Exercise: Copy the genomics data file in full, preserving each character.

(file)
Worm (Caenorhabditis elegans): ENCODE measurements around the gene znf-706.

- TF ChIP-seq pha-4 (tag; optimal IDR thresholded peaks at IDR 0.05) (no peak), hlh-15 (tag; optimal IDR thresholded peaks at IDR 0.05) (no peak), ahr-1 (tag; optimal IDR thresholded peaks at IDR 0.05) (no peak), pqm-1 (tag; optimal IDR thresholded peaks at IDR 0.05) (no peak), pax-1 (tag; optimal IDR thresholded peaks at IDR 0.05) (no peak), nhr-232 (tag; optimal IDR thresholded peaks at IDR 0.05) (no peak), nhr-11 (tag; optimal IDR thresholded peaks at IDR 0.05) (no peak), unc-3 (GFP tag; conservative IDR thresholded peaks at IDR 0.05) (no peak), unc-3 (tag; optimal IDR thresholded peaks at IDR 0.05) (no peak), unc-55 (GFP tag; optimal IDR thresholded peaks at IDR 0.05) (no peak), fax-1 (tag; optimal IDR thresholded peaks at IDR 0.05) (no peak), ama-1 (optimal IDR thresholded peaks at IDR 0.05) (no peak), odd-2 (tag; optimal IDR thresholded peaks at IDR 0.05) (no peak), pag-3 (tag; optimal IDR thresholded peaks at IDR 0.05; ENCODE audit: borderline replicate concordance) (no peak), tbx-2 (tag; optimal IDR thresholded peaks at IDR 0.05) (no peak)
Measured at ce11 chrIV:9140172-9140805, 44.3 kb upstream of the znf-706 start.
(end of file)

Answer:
Worm (Caenorhabditis elegans): ENCODE measurements around the gene znf-706.

- TF ChIP-seq pha-4 (tag; optimal IDR thresholded peaks at IDR 0.05) (no peak), hlh-15 (tag; optimal IDR thresholded peaks at IDR 0.05) (no peak), ahr-1 (tag; optimal IDR thresholded peaks at IDR 0.05) (no peak), pqm-1 (tag; optimal IDR thresholded peaks at IDR 0.05) (no peak), pax-1 (tag; optimal IDR thresholded peaks at IDR 0.05) (no peak), nhr-232 (tag; optimal IDR thresholded peaks at IDR 0.05) (no peak), nhr-11 (tag; optimal IDR thresholded peaks at IDR 0.05) (no peak), unc-3 (GFP tag; conservative IDR thresholded peaks at IDR 0.05) (no peak), unc-3 (tag; optimal IDR thresholded peaks at IDR 0.05) (no peak), unc-55 (GFP tag; optimal IDR thresholded peaks at IDR 0.05) (no peak), fax-1 (tag; optimal IDR thresholded peaks at IDR 0.05) (no peak), ama-1 (optimal IDR thresholded peaks at IDR 0.05) (no peak), odd-2 (tag; optimal IDR thresholded peaks at IDR 0.05) (no peak), pag-3 (tag; optimal IDR thresholded peaks at IDR 0.05; ENCODE audit: borderline replicate concordance) (no peak), tbx-2 (tag; optimal IDR thresholded peaks at IDR 0.05) (no peak)
Measured at ce11 chrIV:9140172-9140805, 44.3 kb upstream of the znf-706 start.